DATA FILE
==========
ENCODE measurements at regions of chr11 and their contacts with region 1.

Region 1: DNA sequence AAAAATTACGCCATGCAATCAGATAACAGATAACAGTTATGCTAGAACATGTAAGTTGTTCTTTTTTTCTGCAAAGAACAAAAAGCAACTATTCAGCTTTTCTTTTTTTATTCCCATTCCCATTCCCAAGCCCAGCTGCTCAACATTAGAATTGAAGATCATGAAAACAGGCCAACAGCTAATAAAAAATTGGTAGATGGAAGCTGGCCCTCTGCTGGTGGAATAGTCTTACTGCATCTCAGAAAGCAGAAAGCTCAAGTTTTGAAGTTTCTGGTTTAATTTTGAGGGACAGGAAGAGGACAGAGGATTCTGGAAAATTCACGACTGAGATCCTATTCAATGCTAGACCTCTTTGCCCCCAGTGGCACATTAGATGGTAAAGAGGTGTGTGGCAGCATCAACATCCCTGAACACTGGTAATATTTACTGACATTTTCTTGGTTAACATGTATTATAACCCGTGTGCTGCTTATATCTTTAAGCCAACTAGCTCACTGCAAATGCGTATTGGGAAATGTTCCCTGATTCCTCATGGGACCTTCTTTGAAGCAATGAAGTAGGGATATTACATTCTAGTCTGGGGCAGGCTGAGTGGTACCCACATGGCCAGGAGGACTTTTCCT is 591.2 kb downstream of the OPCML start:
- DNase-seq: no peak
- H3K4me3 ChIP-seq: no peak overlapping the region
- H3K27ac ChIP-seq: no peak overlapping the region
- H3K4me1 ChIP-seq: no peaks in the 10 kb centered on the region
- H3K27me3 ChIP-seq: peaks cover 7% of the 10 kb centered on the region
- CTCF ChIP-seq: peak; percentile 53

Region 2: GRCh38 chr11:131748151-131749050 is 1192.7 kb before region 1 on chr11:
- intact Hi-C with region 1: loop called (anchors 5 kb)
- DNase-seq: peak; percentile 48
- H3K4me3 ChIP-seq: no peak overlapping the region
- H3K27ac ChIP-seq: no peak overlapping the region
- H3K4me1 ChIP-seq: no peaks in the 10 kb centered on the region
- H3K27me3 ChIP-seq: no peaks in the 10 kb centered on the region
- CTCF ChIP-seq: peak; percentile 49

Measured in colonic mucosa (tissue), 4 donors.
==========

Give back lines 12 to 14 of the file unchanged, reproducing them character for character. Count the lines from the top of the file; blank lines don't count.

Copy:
- H3K4me3 ChIP-seq: no peak overlapping the region
- H3K27ac ChIP-seq: no peak overlapping the region
- H3K4me1 ChIP-seq: no peaks in the 10 kb centered on the region